NuTonomy Switches to Chrysler For More Elbow Room in Self-Driving Cars

There’s a time in a self-driving car company’s life where a minivan is just more sensible than a sleek, European city car.

NuTonomy, the autonomous vehicle startup spun out of MIT that’s putting its systems through their paces on the streets of South Boston, says it has “decommissioned” its fleet of five-door, “supermini” electric cars manufactured by French automaker Renault under the brand name Zoe, according to a quarterly update the startup filed with the city of Boston. NuTonomy has been testing the vehicles on the city streets since January 2017.

“The Zoe vehicle platform, with significant customizations, has performed all of our autonomous testing in Boston to date,” the company writes. “However, as our engineering and design teams evaluated the technology requirements and customer needs in a fully autonomous vehicle, it became clear that the Zoe could not meet all of the criteria.”

The startup, which was snatched up by Aptiv (NYSE:APTV) in October 2017 for at least $400 million, has turned to a more family-friendly domestic automobile to outfit with all the bells and whistles (and sensors and control machinery) to run its driverless technology: the Chrysler Pacifica.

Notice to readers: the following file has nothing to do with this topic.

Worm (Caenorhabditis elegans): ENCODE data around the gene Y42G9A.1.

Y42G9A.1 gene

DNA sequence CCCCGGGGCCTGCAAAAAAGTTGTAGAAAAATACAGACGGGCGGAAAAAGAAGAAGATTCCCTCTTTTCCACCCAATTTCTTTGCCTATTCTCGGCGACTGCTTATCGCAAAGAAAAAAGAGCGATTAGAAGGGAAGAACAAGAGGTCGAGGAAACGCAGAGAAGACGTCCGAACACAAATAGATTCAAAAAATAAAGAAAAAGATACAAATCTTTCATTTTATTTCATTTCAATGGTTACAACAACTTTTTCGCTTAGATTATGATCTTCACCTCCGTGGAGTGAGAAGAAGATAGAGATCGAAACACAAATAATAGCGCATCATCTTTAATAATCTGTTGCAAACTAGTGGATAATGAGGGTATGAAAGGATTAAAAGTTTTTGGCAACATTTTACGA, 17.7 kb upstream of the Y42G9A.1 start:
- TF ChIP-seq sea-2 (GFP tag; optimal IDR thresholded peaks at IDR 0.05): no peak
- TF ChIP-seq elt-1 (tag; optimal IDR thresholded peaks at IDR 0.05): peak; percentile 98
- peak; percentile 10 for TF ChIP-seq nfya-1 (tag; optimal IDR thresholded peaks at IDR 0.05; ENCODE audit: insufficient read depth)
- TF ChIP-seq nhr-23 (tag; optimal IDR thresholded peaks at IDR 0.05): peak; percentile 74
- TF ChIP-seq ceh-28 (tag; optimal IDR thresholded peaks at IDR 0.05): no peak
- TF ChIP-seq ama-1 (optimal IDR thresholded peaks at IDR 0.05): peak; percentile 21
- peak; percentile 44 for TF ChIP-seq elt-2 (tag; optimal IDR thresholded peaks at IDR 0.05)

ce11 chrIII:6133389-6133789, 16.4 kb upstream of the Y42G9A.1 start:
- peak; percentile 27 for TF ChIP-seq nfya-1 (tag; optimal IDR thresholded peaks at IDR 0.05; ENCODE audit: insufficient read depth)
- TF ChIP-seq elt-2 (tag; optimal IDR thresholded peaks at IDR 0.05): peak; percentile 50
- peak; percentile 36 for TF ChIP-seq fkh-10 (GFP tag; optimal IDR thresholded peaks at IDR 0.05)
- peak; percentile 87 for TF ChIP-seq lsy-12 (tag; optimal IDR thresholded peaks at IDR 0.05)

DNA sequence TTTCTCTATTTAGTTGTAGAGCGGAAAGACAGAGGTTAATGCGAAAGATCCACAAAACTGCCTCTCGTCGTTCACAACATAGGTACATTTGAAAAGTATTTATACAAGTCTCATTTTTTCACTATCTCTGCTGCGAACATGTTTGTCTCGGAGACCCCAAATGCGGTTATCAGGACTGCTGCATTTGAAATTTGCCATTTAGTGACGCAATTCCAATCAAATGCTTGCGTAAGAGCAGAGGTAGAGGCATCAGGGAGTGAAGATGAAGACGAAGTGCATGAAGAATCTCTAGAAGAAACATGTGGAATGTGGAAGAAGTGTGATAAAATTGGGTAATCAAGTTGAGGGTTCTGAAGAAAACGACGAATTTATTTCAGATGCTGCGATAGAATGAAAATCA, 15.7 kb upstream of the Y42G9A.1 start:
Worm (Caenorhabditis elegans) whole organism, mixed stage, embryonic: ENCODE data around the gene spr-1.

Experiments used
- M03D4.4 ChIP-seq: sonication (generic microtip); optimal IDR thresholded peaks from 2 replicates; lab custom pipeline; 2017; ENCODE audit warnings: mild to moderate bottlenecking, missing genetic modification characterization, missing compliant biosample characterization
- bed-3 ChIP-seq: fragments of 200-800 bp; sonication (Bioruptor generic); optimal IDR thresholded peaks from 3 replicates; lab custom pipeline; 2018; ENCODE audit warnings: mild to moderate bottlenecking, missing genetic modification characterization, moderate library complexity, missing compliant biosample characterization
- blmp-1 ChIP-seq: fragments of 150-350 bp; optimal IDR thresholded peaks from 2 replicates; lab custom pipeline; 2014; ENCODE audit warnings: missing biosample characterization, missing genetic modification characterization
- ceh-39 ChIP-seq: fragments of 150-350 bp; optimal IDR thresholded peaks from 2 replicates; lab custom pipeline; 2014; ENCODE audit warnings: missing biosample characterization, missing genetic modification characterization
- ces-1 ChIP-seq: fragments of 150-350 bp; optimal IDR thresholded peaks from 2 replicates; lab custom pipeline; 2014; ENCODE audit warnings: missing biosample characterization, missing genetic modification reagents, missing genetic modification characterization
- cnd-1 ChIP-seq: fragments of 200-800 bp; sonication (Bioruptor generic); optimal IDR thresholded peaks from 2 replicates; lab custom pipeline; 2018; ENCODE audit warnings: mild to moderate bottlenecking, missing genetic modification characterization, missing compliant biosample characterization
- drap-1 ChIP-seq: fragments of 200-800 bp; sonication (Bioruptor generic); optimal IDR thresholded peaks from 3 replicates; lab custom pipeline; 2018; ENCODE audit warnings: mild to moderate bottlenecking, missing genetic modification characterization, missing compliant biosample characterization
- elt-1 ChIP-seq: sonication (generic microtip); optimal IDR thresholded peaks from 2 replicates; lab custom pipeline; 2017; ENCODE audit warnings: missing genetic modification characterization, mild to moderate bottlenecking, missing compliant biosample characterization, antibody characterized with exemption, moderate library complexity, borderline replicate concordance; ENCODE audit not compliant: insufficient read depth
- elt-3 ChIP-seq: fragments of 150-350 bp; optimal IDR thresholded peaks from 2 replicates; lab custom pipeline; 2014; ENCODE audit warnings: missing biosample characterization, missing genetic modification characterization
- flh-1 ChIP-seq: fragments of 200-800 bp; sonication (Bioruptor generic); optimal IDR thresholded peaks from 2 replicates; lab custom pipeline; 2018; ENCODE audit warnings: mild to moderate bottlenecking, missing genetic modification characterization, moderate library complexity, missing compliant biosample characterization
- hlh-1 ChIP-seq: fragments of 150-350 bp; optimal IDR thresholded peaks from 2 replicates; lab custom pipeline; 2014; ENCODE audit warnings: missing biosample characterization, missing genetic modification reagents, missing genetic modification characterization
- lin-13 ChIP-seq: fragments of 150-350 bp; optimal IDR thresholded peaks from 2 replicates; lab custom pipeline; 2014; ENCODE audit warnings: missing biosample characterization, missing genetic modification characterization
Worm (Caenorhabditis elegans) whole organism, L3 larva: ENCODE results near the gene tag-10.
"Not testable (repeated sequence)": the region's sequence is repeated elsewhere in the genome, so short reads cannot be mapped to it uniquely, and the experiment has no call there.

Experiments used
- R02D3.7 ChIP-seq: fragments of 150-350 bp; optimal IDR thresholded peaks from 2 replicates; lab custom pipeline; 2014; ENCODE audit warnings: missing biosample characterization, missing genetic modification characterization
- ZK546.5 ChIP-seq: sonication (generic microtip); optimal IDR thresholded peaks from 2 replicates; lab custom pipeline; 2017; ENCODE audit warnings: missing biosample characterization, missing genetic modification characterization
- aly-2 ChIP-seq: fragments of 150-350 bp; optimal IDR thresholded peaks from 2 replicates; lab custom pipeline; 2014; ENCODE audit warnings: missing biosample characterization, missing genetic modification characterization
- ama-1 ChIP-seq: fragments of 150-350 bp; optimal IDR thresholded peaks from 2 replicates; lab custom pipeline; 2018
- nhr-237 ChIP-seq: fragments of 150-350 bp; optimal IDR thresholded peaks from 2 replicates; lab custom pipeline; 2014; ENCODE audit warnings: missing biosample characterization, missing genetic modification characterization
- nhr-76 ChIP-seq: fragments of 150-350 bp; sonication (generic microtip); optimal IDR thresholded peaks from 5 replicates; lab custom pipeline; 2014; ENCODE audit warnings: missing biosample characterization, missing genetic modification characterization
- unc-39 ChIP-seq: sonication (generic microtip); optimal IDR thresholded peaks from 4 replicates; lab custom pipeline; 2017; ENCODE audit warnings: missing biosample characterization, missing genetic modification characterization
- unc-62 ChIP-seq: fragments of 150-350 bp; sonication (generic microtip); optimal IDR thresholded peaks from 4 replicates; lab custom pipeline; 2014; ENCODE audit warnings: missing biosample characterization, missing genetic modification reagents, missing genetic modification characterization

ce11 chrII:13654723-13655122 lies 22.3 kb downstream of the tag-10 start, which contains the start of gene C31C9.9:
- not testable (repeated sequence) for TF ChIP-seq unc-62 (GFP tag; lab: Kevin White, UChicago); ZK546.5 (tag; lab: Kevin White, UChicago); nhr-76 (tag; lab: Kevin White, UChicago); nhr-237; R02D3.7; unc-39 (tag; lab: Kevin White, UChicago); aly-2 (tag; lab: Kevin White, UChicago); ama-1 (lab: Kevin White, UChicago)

“We believe this new vehicle platform will enable our team to operate AVs more safely, more efficiently, and more comfortably,” NuTonomy says in the report for the city.

The startup says it chose the roomier Pacifica because it has more passenger space, the minivan is available in the US, and the model has better mounting options for sensors and computers.

It’s unclear whether NuTonomy’s decision to move to the larger vehicle is a sign that it’s leaning into its programs to provide rides through ride-hailing service Lyft (NASDAQ: LYFT), which NuTonomy launched in Boston in late 2017 and in Las Vegas in mid-2018.

Xconomy has reached out to Aptiv for more information about the vehicle change and will update this story if it comes in.

Picking the Pacifica aligns NuTonomy with its competitor Waymo, previously Google’s self-driving car project. Waymo has been working with Chrysler since 2016 on a vehicle outfitted with sensors and recently announced plans to order as many as 62,000 of the Pacificas for its  ride-hailing service.

In the quarterly update, NuTonomy says it tested its vehicles on streets of the Seaport in South Boston and on the outskirts of the neighborhood. Initially, the company’s testing was limited to portions of the Seaport. But in June 2018, Boston officials gave NuTonomy permission to test its fleet throughout the entire city, citing the company’s clean safety record.

In February, NuTonomy alerted city officials overseeing the self-driving car program that solar glare and the low evening sun during the winter had made it difficult for its vehicle software to see traffic signals.

Brian Dowling is a Senior Editor at Xconomy, based in Boston. You can reach him at bdowling [at] xconomy.com. Follow @be_d

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